This is why Paul says in Galatians 5:18, "If you are led by the Spirit, you are not under the law." Paul is expressing the great truth that Christian transformation is the miracle by which the Holy Spirit produces attitudes in us that transform our minds. In the Spirit we think differently, thus we act differently.
Although the law helps distinguish between light and darkness and defines sin (Romans 2:19-20; 7:7), there is, for the Spirit-led, no need for moral intimidation from the law as there was in the administration of the Old Covenant (Exodus 20:18-19).
The coercive aspect of the former administration of law is not necessary for those in whom the Spirit dwells. The highest Christian-living principle is that we don't obey God only because we are commanded; we obey because it is becoming our nature to act that way.
This is the process of sanctification at work. This is the Christian spiritual and moral ideal and what the New Covenant is all about. It is what Jeremiah foresaw and what Jesus came to give us. It is God reproducing Himself in us, the purpose of salvation and the reason for human existence (2 Peter 1:2-4; Genesis 1:26).
So the New Testament writers agree that the primary distinguishing characteristic of the New Covenant is its basis in a spiritual experience and a spiritual relationship with God the Father, through Jesus Christ our mediator, who gives us the power to execute His will through His Spirit.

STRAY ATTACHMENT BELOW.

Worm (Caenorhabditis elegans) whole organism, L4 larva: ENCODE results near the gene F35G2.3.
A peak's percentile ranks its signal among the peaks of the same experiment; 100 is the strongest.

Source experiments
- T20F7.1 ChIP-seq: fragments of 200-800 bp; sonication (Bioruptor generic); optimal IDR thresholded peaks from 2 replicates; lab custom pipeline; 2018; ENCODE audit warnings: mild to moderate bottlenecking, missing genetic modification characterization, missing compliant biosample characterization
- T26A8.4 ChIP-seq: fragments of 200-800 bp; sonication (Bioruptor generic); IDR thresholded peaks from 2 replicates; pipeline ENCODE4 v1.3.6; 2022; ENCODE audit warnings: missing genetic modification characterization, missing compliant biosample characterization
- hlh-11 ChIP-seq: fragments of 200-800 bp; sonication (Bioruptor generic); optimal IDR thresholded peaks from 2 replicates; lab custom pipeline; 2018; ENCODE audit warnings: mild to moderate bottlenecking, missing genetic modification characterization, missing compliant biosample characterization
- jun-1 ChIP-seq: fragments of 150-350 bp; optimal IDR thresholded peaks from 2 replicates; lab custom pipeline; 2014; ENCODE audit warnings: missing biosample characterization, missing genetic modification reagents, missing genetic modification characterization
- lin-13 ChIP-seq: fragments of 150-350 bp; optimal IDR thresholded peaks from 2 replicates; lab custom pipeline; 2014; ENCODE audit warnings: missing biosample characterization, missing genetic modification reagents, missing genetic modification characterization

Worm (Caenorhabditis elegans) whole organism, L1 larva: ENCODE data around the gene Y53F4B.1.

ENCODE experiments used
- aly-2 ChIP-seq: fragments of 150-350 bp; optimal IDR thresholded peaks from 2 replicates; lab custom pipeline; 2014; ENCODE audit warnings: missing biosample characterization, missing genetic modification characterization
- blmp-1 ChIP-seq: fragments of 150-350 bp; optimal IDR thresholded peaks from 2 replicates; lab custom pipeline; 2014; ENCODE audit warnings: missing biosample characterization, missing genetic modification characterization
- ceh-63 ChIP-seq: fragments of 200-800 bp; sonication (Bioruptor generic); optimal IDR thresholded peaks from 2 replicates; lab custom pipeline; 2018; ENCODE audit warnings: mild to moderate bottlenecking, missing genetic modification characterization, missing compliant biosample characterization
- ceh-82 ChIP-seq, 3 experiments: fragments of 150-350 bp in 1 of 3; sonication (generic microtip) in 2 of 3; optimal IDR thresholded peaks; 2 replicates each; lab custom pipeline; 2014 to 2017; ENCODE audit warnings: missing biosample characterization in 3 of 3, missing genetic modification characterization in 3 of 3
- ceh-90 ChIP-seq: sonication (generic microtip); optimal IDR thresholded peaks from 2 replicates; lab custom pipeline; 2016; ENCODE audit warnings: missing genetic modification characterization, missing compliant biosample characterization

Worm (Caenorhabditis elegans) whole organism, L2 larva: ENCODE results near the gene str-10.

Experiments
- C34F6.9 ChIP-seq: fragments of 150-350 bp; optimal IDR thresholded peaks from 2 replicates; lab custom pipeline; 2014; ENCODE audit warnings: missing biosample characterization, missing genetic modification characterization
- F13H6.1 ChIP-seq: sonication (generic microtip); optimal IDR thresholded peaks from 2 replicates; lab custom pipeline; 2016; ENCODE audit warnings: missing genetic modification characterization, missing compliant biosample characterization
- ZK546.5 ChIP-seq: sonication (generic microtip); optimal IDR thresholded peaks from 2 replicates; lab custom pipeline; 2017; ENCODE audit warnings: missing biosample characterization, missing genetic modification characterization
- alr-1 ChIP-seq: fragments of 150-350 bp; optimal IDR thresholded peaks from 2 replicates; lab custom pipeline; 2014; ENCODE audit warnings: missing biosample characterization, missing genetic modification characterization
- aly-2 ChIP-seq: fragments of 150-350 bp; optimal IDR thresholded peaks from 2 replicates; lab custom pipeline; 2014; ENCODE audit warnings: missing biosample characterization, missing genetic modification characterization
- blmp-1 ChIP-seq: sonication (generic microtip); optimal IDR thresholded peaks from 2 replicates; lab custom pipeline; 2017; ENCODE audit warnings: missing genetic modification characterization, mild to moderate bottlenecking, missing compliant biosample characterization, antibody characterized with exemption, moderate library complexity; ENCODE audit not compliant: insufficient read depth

The one question we have yet to answer, then, is which if any of the Pentateuchal laws properly express God's will for partakers of the New Covenant.
Having examined the scriptural truths regarding justification and imputation of Christ's righteousness through faith, sanctification, eternal damnation and reward-and the Spirit-based nature of the New Covenant-we get to the heart of the pro-lawanti-law debate.
Obviously, I believe the Ten Commandments are binding upon men in every age, regardless of covenant. To show why I believe this, it would be a relatively simple matter to quote all the pro-law scriptures in the New Testament and leave it at that.
But, as was said at the outset, our desire is to incorporate all the scriptures on grace, law and the covenants in our thinking, giving them equal time and emphasis as God's Word.
So I'll first examine all the "anti-law" scriptures we have yet to study, then the "pro-law" scriptures.
The texts that anti-law advocates have cited over the years to prove that laws contained in the law of Moses do not have authority in the Christian life are Acts 15:1-29; Romans 7:1-6; 10:1-13; 2 Corinthians 3:3-18; Galatians 3:15-25; 4:1-7; 21-31; 5:18; Ephesians 2:15; Colossians 2:14; Hebrews 7:12-18; 8:13; along with Exodus 34:28 and Deuteronomy 4:13.
We have already unearthed Paul's meaning in Romans 10:1-13, 2 Corinthians 3:3-18 and Galatians 5:18. Now we will examine the others.
The Jerusalem conference of Acts 15
As much as we might like to have the Jerusalem conference answer our questions, we need to keep in mind that the brethren in Jerusalem were trying to answer their questions.
We must determine the nature of the problem they were trying to solve so we can properly understand the implications we can draw from this event.
The situation was this. In first-century Judaism one's allegiance to the law became the sole means by which one became identified as a partaker of God's covenant.
Under this regime the law of Moses became, literally, a document of election: One's willingness and ability to keep it determined one's status and standing with God.